One of my favorite books as a child was Heidi. Heidi, in case you don't know, is the story of a little Swiss girl who goes to live with her grandfather, the reclusive Alm Uncle. It is the most famous children's book ever written in Switzerland. The author Johanna Spyri was actually a resident of Zürich, who thought of the story of the simple Alpine girl while she was convalescing from an illness in the Grisons, which is the eastern part of the country.
Cheese figures quite prominently in the story of Heidi. Since the Alm Uncle keeps goats, it seems logical that he made cheese from the milk of those goats. But in actuality goat cheese is not at all common in Switzerland. The goat cheese that is the most familiar to most of us is the French style - creamy in texture and intense in flavor, but it's very unlikely that the Alm Uncle made that kind of cheese, since he was making cheese mostly for his (and Heidi's) consumption. It would have needed to be a long storing kind. In one passage in the book, he is toasting a hunk of cheese:
The kettle soon began to boil, and meanwhile the old man held a large piece of cheese on a long iron fork over the fire, turning it round and round till it was toasted a nice golden yellow color on each side. Heidi watched all that was going on with eager curiosity. [...]
Then he brought her a large slice of bread and a piece of the golden cheese, and told her to eat. After which he went and sat down on the corner of the table and began his own meal. Heidi lifted the bowl with both hands and drank without pause till it was empty, for the thirst of all her long hot journey had returned upon her. Then she drew a deep breath--in the eagerness of her thirst she had not stopped to breathe--and put down the bowl.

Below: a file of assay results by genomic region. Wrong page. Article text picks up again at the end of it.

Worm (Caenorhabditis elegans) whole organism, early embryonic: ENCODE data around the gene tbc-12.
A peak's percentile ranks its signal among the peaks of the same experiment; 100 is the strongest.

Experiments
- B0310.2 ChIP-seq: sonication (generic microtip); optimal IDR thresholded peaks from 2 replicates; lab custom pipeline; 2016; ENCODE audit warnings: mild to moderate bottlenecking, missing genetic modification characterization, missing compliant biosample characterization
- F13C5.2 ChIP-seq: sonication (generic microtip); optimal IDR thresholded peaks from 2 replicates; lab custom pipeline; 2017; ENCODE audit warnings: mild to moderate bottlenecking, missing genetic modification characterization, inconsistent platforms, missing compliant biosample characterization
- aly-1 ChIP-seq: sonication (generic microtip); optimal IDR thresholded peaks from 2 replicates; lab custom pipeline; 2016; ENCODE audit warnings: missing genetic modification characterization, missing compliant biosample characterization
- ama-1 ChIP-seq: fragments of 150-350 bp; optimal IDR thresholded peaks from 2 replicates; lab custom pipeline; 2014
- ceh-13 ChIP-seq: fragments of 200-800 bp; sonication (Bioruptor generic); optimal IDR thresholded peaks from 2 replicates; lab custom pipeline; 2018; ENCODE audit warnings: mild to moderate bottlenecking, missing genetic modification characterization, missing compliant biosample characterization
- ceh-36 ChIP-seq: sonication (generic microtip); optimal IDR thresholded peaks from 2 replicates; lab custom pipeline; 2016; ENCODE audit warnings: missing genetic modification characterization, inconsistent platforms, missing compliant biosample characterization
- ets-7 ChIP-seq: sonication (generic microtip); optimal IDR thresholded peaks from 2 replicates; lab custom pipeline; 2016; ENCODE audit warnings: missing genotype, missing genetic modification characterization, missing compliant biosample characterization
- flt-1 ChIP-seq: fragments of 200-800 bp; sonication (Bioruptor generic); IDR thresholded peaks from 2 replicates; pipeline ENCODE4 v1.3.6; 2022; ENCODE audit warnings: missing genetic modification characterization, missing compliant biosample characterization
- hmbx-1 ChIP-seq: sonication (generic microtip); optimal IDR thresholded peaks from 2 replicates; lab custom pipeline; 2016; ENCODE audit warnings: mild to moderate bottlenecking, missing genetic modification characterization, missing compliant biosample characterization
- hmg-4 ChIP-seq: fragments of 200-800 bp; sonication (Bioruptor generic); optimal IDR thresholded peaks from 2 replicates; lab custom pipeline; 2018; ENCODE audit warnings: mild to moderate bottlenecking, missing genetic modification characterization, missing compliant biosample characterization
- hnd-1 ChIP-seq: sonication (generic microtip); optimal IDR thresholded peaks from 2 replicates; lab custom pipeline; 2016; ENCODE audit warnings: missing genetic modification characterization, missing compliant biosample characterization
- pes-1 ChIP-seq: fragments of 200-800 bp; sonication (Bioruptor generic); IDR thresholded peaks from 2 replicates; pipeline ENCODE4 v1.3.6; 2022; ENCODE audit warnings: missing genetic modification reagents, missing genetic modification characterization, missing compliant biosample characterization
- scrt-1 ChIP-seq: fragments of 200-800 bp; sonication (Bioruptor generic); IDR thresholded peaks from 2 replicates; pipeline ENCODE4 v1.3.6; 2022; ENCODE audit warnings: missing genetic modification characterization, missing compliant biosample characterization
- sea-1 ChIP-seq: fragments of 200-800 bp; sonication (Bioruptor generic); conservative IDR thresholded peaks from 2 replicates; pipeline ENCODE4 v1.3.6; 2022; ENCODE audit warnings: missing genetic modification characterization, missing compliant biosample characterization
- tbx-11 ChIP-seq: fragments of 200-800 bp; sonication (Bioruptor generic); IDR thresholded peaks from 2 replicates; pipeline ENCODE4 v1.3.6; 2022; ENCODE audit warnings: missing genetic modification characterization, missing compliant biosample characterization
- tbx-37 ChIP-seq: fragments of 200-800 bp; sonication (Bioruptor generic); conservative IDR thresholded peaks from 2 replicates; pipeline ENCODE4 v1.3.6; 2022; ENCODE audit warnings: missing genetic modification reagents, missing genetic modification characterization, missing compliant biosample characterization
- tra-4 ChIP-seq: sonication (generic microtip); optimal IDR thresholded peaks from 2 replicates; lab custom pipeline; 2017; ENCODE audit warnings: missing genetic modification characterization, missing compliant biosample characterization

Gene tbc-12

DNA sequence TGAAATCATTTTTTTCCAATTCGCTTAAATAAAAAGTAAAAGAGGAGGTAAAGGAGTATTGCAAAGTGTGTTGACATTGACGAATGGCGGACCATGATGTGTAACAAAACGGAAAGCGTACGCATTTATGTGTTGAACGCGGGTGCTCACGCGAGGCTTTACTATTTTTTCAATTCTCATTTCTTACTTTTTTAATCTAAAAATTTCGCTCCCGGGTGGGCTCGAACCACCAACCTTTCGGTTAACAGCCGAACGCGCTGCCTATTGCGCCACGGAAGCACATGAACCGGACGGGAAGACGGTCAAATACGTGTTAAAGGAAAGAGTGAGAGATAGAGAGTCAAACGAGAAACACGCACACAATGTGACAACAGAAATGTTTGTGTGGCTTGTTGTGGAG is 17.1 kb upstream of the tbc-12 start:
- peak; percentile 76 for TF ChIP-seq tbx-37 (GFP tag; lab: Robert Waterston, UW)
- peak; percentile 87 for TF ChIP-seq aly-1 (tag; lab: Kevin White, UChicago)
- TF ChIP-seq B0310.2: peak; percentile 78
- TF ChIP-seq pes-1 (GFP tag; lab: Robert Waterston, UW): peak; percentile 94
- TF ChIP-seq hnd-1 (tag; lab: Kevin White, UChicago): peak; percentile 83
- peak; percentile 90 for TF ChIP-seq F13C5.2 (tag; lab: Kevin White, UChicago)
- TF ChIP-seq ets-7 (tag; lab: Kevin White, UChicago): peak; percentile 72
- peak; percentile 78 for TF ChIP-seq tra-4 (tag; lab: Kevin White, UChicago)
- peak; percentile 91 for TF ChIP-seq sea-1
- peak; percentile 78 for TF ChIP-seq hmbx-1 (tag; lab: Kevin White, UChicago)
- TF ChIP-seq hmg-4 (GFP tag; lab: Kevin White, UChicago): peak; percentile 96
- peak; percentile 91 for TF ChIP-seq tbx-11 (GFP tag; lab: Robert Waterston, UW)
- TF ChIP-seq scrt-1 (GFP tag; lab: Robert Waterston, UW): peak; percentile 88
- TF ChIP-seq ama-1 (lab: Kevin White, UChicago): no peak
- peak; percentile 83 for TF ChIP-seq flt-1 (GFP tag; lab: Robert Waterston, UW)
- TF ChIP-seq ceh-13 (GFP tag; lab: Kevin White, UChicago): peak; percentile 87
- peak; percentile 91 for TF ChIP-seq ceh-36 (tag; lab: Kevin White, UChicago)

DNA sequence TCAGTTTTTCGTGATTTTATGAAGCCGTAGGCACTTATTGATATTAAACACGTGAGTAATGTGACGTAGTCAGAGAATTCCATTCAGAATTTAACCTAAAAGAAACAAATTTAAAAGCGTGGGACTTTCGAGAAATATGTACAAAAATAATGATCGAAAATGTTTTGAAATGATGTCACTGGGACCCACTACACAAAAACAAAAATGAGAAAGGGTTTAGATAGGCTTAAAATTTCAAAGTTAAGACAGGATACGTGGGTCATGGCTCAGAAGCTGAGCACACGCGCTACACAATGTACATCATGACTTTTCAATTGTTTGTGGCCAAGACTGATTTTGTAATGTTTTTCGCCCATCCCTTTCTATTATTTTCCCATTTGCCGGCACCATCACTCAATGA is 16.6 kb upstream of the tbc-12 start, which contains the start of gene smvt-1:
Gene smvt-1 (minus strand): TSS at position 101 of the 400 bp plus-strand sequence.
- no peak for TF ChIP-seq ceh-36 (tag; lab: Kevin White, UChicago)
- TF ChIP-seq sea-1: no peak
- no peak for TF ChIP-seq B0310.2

"Was the milk nice?" asked her grandfather.
"I never drank any so good before," answered Heidi.
"Then you must have some more," and the old man filled her bowl again to the brim and set it before the child, who was now hungrily beginning her bread having first spread it with the cheese, which after being toasted was soft as butter; the two together tasted deliciously, and the child looked the picture of content as she sat eating, and at intervals taking further draughts of milk.
The cheese he used has to be firm enough to put on a long fork and toast over an open fire. Was there such a thing as a firm, hard goat's cheese?
Then on Wednesday, when I made my weekly prowl through the main station market, there it was: a hard goat's cheese. Not from the Grisons, but from the Züri (Zürcher) Oberland, a mountainous rural region to the southeast of the city of Zürich.
With a distinctly blueish-grey, translucent color that is rather like pale moonlight, it's one of the most unusual looking cheeses I've ever encountered.
The taste, like its color, is mild, delicate and somewhat elusive. It is totally unlike any other goat cheese I've ever had. It reminded me the most of Manchego , a sheep's milk cheese from Spain. The texture is quite firm, and although it's a whole milk cheese it is crumbly rather than creamy. It's the kind of cheese I could nibble on for a long time without getting tired of it.
I'm not sure if the Alm Uncle's goat cheese was anything like this one, but it has opened my goat-cheese horizons. I only bought a very small piece, but next time I will buy a larger one and see if I can toast it over the fireplace.